“At this point, I can’t see any other stocks that can challenge their positions in China,” Wong, director of asset management at Amber Hill, told CNBC’s “Street Signs Asia” on Thursday.
Alibaba and Tencent “are still the benchmark” among China’s tech stocks, he said. Wong’s family and Amber Hill both own shares in the two companies.
His comments come as Chinese tech stocks in Hong Kong lagged the other sectors so far this year.
What’s dragging down tech shares?
A range of factors have contributed to the comparatively poorer performance of the tech sector, which makes up more than 42% of Hong Kong’s benchmark index.
One reason is that bond yields are rising — and that hurts growth stocks like techs because they reduce the relative value of future earnings.
Another concern is delisting threats from the U.S. Chinese tech shares that are also listed in the U.S. have taken a beating this year, amid fears that a new U.S. law could stop the trading of securities that fall foul of Securities and Exchange Commission rules.
Finally, China’s regulatory crackdown on the sector has also spooked investors.
The business empire of Alibaba’s founder, Jack Ma, suffered a huge blow last year when China pulled the plug on Ant Group’s initial public offering, and suspended what would have been the largest IPO in history. Ma is the co-founder and controller of Ant Group.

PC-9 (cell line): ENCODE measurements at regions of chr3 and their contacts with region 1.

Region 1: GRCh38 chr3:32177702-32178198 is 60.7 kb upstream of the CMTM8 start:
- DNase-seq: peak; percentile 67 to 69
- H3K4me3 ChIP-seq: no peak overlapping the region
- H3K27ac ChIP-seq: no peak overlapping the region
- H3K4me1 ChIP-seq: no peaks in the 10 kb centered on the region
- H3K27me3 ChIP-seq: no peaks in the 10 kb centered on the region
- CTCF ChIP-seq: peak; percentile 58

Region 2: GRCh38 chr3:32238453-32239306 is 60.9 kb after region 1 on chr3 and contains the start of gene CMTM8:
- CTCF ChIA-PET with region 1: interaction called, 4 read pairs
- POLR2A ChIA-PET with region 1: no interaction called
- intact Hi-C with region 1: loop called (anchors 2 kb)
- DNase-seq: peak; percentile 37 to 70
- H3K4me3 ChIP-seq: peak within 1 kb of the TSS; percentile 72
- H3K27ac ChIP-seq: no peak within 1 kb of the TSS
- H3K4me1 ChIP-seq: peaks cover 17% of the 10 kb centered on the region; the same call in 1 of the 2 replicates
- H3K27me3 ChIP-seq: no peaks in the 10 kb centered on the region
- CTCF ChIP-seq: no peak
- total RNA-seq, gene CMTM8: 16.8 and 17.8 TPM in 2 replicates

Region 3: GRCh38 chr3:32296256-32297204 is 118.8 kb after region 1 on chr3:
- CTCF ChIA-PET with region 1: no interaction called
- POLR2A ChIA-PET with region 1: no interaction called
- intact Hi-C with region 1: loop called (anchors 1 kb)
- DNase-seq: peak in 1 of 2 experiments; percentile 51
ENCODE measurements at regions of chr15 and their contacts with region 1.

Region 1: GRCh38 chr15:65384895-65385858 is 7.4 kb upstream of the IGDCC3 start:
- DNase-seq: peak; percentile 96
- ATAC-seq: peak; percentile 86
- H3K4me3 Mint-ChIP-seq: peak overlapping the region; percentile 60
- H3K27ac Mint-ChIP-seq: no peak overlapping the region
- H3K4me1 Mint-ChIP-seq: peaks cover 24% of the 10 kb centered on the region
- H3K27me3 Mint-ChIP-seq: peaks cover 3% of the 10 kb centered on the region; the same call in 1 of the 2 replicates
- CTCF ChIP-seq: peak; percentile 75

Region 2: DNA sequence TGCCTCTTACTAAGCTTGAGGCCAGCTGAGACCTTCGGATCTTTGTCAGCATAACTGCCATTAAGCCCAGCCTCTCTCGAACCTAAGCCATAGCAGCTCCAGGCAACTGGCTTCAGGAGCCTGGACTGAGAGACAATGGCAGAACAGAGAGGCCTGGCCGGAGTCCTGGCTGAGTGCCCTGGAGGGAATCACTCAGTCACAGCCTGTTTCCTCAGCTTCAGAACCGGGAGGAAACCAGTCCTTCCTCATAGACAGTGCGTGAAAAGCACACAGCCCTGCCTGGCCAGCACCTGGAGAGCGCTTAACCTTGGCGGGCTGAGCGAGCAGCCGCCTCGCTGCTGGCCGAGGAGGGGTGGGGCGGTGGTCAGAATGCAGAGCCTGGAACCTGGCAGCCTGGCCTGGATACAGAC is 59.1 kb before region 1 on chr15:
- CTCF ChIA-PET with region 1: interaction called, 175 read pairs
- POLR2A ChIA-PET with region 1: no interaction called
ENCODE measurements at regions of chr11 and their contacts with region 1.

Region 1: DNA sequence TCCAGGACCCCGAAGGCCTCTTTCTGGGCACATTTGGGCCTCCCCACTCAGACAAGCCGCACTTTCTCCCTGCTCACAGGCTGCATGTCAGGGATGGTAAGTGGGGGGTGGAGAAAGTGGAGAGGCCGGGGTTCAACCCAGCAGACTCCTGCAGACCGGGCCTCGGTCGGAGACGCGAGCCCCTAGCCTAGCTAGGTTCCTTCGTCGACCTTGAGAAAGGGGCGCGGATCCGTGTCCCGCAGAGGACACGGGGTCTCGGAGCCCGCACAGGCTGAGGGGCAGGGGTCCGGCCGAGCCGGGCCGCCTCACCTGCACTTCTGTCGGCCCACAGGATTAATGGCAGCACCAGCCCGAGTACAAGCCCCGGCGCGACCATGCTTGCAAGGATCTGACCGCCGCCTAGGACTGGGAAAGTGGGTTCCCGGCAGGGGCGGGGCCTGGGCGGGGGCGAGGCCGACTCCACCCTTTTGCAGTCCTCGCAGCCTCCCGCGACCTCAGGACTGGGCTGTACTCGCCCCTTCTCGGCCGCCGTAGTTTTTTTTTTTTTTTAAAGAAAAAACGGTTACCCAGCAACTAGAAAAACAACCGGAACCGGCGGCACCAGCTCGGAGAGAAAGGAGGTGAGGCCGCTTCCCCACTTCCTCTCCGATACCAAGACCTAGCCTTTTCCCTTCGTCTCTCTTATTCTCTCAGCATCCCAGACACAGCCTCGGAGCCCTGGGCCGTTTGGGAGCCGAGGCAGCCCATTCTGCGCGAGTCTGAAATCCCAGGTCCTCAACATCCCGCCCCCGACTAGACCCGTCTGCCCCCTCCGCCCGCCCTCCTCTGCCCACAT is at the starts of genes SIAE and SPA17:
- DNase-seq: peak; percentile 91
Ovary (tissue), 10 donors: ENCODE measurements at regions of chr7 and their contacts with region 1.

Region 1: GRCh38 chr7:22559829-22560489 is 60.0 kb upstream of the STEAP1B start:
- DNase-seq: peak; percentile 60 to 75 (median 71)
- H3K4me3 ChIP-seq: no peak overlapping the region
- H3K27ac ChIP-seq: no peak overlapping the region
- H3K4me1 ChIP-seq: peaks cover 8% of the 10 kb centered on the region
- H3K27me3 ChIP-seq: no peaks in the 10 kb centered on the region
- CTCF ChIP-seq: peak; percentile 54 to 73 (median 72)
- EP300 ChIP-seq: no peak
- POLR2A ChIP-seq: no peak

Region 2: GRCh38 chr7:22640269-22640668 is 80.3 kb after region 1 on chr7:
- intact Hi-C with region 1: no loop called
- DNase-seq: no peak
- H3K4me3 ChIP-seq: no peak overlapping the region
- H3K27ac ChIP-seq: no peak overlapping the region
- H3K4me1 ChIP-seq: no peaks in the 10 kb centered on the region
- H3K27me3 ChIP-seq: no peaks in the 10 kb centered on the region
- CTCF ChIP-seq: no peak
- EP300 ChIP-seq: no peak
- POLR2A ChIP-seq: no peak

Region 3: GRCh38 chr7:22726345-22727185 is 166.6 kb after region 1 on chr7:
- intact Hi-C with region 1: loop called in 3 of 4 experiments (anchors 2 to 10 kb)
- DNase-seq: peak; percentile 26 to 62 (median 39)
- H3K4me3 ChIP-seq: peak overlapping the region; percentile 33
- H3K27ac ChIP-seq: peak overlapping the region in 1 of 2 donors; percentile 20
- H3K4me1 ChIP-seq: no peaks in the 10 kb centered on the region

Alibaba does not appear to be the only internet titan that’s being targeted. Reuters reported in March that Tencent’s founder Pony Ma met with Chinese antitrust officials earlier last month.
Still, Tencent shares rose about 8% in the first quarter of the year. Alibaba, on the other hand, saw its Hong Kong-listed shares drop more than 5% in the same period.
Both firms got off to a positive start in the second quarter. Tencent’s stock soared 7.21% while Alibaba shares in Hong Kong jumped 2.55% on Thursday — the last trading day before the long holiday. Trading starts again on April 7.
Looking ahead, Wong acknowledged that political headwinds and potential regulatory rules ahead could “really damage” the profit outlook for the two internet giants that dominate China’s tech space.
However, he expects “some kind of compromise” to be eventually reached on the regulatory front.
“Going forward, their valuations might not be, you know, 50 or 60 times of earnings. Still … they’re trading at around 30 times of earnings and they are at a very good position in China,” Wong said.
He was referring to price-to-earnings (P/E) ratio — a measure of a company’s stock price relative to its earnings. A high P/E ratio could indicate an expensive stock price compared to its earnings.
Alibaba’s Hong Kong-listed stock had a P/E ratio of 26.34 while Tencent’s P/E ratio was 33.36, according to data from Refinitiv Eikon.